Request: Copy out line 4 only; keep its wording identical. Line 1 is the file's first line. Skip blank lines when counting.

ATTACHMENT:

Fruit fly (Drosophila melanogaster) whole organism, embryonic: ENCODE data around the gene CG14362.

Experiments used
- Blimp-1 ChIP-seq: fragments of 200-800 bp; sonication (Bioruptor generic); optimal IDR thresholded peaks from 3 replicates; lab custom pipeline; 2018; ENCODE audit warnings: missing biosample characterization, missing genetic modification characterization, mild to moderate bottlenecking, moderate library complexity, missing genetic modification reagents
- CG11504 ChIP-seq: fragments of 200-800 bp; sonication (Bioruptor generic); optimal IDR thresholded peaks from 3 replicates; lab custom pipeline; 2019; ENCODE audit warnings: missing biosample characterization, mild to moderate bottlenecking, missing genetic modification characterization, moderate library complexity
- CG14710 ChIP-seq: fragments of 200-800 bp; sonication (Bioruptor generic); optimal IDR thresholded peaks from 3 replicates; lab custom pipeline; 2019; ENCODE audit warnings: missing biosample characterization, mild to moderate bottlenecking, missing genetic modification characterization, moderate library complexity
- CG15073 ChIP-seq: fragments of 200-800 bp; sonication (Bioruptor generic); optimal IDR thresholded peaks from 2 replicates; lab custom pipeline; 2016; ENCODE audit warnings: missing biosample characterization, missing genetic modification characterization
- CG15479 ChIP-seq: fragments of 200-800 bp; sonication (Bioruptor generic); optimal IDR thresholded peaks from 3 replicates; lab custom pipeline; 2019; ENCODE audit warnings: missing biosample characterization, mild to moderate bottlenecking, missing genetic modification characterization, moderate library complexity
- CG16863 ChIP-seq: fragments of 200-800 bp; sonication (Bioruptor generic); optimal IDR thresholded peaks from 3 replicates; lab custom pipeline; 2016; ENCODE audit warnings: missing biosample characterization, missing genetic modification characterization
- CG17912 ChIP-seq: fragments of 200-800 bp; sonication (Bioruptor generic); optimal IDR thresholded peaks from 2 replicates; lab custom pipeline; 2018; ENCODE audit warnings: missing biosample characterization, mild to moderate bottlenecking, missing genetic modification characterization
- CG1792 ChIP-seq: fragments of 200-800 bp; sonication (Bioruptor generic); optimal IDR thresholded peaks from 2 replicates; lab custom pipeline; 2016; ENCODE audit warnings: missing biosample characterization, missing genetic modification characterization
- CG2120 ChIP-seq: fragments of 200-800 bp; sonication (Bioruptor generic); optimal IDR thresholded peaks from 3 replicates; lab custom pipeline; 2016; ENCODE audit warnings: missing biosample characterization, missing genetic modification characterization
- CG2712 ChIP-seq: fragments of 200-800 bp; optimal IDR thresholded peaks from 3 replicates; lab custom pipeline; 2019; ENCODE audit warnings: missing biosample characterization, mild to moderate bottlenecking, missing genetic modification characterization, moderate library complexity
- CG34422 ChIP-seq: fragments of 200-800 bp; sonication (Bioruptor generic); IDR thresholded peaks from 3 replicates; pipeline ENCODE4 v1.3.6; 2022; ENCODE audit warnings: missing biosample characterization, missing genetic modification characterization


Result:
- CG11504 ChIP-seq: fragments of 200-800 bp; sonication (Bioruptor generic); optimal IDR thresholded peaks from 3 replicates; lab custom pipeline; 2019; ENCODE audit warnings: missing biosample characterization, mild to moderate bottlenecking, missing genetic modification characterization, moderate library complexity